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The consultation process over disabled access to the new Sadler's Wells was well-planned and thorough. How has it worked in practice? Designed for access

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There is something very exciting about a building going to the wire on opening, especially when it has triumphed over adversity as Sadler's Wells has. There was an escalating drama of 'will they or won't they make it', culminating in the opening night when the curtain rose late, but to cheers, with the award of the performance licence.

But this 'just-in-time' approach means that some elements are not in time at all, and no one would deny that the building as it opened was distinctly rough round the edges. This has one particularly unfortunate effect: a project team which tried rigorously and imaginatively to provide universal access is not yet able to appraise the effects of its work. Many of the specially considered facilities are not yet in place; other parts of the building are more awkward to use than they will be eventually.

As a result, a veil of silence has descended over this part of the project. Although a year ago the theatre was talking openly about the 'Free for All' group it set up to participate in the design process, now it refuses to comment or issue any information. Although at press conferences just prior to the opening, members of the group were present and contributing, now they have taken a collective decision not to comment until the building is fully finished in the first half of next year.

This is a pity, since the process of consultation was one of the most thorough and carefully thought out of any building. Inspired by the requirement in the application form for a lottery grant to 'consider the needs of disabled people of all kinds', the theatre set up the Free for All consultative group. Members of the consultative group were paid for their time and work. They comprised:

those with physical and sensory disabilities

those for whom attitude, control of the environment and language are instrumental in providing good access.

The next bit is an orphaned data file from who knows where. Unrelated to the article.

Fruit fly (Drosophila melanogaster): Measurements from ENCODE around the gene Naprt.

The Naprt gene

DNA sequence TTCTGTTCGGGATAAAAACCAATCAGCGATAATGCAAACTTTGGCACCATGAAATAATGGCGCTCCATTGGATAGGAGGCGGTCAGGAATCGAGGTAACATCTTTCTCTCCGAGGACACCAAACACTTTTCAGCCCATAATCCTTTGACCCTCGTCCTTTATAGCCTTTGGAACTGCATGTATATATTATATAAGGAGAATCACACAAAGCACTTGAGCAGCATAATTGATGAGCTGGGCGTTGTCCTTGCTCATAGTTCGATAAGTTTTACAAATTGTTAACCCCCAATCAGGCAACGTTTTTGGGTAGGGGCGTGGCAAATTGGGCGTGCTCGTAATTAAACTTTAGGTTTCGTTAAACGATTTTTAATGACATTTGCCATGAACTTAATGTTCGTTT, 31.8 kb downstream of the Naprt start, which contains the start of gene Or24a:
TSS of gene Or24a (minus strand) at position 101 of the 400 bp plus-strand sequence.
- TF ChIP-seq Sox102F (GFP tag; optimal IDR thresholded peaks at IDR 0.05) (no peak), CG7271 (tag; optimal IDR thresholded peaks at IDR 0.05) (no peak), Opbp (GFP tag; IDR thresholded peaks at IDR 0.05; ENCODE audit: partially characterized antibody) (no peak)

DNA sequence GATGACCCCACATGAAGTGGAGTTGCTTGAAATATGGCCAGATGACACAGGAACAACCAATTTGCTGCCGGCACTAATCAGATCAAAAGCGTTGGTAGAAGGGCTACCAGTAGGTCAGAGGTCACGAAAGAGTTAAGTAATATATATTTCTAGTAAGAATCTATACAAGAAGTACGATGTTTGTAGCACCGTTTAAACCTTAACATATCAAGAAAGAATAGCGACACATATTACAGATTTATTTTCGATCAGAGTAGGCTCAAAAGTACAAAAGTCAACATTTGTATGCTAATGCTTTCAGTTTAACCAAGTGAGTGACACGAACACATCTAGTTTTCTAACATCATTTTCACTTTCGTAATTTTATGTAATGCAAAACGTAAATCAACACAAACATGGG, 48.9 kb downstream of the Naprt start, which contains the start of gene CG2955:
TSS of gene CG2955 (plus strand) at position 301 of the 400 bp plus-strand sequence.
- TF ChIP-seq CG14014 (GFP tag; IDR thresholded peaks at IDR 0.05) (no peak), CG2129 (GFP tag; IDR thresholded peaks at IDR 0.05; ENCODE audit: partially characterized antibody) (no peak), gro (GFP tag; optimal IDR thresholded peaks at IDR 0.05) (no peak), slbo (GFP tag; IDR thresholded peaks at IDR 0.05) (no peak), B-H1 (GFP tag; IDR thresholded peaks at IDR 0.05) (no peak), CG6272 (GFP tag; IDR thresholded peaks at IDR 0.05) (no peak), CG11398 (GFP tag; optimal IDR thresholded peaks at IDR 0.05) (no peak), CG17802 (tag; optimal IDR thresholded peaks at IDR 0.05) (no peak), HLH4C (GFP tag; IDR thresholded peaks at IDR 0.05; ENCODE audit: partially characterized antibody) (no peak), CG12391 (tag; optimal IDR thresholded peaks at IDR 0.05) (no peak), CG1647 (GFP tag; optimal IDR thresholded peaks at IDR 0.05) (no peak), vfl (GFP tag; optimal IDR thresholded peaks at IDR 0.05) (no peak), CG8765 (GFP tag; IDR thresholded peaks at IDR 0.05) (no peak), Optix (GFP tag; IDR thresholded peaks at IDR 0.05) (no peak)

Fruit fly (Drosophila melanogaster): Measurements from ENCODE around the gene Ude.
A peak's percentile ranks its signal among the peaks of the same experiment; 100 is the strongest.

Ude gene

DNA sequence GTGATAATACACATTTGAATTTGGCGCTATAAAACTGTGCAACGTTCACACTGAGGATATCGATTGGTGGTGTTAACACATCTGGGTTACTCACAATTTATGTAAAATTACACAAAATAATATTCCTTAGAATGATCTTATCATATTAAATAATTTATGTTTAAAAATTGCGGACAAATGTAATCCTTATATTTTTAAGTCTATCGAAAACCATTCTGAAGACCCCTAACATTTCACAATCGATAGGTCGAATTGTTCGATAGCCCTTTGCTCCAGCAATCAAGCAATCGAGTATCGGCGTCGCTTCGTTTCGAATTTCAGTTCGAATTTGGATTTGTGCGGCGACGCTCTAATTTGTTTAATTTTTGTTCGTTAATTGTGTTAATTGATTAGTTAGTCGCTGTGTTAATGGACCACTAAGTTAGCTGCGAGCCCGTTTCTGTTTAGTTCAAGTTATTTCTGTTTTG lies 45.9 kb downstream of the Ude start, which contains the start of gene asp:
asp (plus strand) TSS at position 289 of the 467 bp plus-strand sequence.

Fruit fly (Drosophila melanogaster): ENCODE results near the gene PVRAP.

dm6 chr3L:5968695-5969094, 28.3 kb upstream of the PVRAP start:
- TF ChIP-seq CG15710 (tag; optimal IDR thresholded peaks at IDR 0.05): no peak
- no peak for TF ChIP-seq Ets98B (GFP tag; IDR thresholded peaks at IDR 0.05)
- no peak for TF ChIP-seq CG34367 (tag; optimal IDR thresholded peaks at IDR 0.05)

They met, throughout the design process with:

the architects and design team

Sadler's Wells staff.

Others who were involved in the process were:

the project co-ordinator

an access expert

Sadler's Wells' project director.

They defined disability access as 'ensuring that a building can be entered by everybody and that all its facilities are available to all, whatever their disability, without relying on the goodwill of strangers. Full disabled access not only guarantees that disabled people can travel around the building, but that they can open doors, turn on lights, buy a drink, get on to the stage, communicate with other people or make themselves a cup of tea. Also essential to disability access is disability equality training for management and staff.'

The group was able to discuss the members' different and sometimes conflicting needs, and where compromises were necessary the members made them, rather than having them foisted upon them. They presented the architects and designers with problems to solve, and reviewed the design solutions.

To prevent this being just a talking shop, the theatre drew up a contract with an obligation to prioritise the needs of the access group and for the consultants to implement its recommendations.

The group quickly set up some conventions for its consultative meetings. Every meeting was chaired by a disabled person. The convention of talking through the chair was strictly implemented, as it was particularly important for the sign-language interpreter. Individuals gave their names before speaking to help the visually impaired consultant.